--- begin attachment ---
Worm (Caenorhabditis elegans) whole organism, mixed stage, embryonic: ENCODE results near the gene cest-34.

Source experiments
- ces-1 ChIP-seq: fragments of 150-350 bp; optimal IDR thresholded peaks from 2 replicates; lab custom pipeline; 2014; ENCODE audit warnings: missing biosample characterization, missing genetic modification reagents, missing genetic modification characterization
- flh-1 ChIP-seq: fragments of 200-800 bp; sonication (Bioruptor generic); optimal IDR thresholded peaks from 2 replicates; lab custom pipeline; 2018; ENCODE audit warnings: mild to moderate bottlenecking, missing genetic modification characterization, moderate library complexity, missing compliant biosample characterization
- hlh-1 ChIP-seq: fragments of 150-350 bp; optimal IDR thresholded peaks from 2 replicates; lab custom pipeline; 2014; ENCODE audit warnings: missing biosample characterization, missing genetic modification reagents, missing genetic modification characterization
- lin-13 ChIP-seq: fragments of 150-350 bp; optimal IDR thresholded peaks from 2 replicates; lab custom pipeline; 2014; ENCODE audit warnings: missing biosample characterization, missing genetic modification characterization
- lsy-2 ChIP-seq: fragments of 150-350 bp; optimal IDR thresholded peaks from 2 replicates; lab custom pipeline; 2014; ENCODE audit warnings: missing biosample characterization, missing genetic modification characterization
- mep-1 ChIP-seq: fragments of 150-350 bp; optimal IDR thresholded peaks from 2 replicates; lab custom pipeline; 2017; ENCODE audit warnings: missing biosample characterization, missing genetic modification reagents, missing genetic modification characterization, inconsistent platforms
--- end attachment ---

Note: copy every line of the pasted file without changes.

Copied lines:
Worm (Caenorhabditis elegans) whole organism, mixed stage, embryonic: ENCODE results near the gene cest-34.

Source experiments
- ces-1 ChIP-seq: fragments of 150-350 bp; optimal IDR thresholded peaks from 2 replicates; lab custom pipeline; 2014; ENCODE audit warnings: missing biosample characterization, missing genetic modification reagents, missing genetic modification characterization
- flh-1 ChIP-seq: fragments of 200-800 bp; sonication (Bioruptor generic); optimal IDR thresholded peaks from 2 replicates; lab custom pipeline; 2018; ENCODE audit warnings: mild to moderate bottlenecking, missing genetic modification characterization, moderate library complexity, missing compliant biosample characterization
- hlh-1 ChIP-seq: fragments of 150-350 bp; optimal IDR thresholded peaks from 2 replicates; lab custom pipeline; 2014; ENCODE audit warnings: missing biosample characterization, missing genetic modification reagents, missing genetic modification characterization
- lin-13 ChIP-seq: fragments of 150-350 bp; optimal IDR thresholded peaks from 2 replicates; lab custom pipeline; 2014; ENCODE audit warnings: missing biosample characterization, missing genetic modification characterization
- lsy-2 ChIP-seq: fragments of 150-350 bp; optimal IDR thresholded peaks from 2 replicates; lab custom pipeline; 2014; ENCODE audit warnings: missing biosample characterization, missing genetic modification characterization
- mep-1 ChIP-seq: fragments of 150-350 bp; optimal IDR thresholded peaks from 2 replicates; lab custom pipeline; 2017; ENCODE audit warnings: missing biosample characterization, missing genetic modification reagents, missing genetic modification characterization, inconsistent platforms